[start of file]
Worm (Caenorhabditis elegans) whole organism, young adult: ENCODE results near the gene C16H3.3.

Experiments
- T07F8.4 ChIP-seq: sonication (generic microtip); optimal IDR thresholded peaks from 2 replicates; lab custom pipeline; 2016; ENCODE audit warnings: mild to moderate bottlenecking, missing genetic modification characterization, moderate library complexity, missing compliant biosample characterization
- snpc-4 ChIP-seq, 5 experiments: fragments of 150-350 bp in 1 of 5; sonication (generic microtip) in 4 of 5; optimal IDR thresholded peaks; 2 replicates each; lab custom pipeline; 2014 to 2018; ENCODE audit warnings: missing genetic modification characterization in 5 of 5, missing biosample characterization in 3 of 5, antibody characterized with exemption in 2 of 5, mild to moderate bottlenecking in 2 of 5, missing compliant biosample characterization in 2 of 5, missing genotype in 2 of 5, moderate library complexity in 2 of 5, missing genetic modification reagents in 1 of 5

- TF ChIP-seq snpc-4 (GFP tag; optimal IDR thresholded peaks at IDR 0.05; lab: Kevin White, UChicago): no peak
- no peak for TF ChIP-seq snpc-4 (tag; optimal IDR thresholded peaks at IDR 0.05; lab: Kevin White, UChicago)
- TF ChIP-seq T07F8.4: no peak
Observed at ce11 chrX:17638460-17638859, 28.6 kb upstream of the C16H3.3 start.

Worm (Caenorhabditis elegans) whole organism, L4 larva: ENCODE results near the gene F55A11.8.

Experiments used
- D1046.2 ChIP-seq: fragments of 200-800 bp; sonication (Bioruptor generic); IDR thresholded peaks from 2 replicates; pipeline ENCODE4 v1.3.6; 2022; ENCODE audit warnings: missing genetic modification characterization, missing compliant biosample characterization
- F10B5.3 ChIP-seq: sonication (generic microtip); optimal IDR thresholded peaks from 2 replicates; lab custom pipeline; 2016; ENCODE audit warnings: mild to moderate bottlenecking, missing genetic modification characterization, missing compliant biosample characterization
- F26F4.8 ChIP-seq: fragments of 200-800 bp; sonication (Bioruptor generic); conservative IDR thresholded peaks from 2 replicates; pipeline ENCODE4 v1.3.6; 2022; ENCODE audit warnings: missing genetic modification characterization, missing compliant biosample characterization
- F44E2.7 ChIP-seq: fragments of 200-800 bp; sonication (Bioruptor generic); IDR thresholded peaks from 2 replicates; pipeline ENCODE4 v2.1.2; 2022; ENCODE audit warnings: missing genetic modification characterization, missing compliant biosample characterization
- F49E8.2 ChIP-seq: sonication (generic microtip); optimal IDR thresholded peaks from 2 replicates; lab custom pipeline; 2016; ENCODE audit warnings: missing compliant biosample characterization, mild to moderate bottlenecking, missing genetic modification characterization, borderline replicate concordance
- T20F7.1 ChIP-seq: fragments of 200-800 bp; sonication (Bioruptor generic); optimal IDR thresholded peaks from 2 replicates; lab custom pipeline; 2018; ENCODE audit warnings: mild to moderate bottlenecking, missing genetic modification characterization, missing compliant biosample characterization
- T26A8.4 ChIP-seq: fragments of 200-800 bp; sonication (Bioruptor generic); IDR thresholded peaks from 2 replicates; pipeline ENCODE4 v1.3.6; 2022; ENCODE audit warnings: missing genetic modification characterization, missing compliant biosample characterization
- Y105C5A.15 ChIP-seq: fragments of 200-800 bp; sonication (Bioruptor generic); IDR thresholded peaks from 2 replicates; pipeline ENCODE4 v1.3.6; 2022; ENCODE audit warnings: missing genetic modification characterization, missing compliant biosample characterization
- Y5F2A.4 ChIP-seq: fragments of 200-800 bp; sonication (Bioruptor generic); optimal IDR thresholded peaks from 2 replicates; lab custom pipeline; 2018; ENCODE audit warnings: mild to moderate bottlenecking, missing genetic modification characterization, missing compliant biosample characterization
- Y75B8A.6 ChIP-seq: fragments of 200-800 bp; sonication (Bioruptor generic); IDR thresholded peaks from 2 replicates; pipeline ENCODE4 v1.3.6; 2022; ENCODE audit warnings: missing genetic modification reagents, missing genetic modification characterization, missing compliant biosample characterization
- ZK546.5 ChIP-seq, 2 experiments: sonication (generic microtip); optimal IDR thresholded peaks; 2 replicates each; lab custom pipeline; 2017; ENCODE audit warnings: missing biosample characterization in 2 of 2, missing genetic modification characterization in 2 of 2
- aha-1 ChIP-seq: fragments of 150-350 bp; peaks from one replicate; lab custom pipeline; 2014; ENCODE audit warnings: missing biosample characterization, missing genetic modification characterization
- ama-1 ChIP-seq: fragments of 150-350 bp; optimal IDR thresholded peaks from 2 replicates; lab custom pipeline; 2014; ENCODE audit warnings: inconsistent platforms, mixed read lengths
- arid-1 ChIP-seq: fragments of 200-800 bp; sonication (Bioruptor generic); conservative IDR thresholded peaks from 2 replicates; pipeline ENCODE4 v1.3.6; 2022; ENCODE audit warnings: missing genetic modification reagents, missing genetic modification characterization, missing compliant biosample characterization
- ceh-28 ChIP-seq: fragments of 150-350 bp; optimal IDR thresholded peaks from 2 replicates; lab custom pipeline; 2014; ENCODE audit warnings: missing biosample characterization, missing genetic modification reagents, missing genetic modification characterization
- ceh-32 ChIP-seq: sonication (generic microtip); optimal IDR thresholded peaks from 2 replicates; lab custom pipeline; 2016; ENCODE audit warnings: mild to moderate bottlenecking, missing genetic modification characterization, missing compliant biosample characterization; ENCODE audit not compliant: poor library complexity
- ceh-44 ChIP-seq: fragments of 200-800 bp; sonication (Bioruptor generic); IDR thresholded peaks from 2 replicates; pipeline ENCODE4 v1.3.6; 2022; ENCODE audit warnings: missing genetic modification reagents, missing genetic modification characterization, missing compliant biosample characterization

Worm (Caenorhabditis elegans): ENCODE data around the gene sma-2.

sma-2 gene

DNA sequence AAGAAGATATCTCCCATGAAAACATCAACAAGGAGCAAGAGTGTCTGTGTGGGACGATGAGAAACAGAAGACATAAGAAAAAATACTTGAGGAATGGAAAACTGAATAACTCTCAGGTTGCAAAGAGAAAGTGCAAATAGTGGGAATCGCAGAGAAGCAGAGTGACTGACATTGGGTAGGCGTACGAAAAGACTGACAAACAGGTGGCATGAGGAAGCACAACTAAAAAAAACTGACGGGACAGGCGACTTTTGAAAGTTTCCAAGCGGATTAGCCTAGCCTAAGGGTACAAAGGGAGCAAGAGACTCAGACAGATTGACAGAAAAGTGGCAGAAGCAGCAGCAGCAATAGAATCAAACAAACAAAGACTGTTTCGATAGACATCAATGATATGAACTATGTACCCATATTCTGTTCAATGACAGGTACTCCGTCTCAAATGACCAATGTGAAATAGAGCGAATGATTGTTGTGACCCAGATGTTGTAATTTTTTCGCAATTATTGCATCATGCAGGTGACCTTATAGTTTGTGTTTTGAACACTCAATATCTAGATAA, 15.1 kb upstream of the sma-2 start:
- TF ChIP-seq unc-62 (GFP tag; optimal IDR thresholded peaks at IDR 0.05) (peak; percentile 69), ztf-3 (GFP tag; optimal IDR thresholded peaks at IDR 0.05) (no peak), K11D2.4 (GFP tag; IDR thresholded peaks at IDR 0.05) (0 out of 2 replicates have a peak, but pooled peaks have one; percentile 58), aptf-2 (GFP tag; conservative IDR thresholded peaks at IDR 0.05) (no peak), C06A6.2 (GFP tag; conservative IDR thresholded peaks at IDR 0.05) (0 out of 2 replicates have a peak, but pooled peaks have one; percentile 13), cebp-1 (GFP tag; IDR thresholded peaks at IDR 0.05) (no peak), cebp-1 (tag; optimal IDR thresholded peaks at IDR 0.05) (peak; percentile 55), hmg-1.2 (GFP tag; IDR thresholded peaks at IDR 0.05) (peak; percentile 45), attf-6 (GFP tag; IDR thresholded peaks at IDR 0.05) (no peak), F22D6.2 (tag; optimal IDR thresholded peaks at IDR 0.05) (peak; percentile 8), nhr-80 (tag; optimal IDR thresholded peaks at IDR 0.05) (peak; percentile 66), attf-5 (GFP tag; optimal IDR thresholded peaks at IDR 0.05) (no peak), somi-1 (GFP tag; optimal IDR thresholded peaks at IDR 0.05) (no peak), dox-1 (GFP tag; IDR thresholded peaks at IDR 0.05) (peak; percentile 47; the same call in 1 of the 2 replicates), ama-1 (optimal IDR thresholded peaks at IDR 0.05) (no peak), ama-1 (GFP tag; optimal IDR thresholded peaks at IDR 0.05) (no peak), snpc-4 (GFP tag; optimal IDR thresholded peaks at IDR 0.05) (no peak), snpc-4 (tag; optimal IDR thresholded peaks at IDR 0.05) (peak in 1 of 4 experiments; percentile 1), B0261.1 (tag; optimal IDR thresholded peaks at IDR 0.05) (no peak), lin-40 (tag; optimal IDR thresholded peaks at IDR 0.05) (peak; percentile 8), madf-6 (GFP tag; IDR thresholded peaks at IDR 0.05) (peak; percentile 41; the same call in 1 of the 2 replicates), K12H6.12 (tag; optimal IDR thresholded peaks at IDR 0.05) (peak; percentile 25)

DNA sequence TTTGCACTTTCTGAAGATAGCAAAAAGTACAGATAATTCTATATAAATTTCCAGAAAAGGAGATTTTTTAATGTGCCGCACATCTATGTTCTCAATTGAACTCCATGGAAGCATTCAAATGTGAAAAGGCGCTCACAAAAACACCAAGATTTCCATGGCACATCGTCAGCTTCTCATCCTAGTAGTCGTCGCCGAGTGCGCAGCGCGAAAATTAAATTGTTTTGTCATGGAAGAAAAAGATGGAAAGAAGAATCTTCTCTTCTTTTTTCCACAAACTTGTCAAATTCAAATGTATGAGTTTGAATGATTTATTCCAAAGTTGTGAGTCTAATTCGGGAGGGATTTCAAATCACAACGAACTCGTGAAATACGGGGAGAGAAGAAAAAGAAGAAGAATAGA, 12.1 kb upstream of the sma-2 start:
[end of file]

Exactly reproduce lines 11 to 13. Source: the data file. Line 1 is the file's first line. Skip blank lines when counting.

- D1046.2 ChIP-seq: fragments of 200-800 bp; sonication (Bioruptor generic); IDR thresholded peaks from 2 replicates; pipeline ENCODE4 v1.3.6; 2022; ENCODE audit warnings: missing genetic modification characterization, missing compliant biosample characterization
- F10B5.3 ChIP-seq: sonication (generic microtip); optimal IDR thresholded peaks from 2 replicates; lab custom pipeline; 2016; ENCODE audit warnings: mild to moderate bottlenecking, missing genetic modification characterization, missing compliant biosample characterization
- F26F4.8 ChIP-seq: fragments of 200-800 bp; sonication (Bioruptor generic); conservative IDR thresholded peaks from 2 replicates; pipeline ENCODE4 v1.3.6; 2022; ENCODE audit warnings: missing genetic modification characterization, missing compliant biosample characterization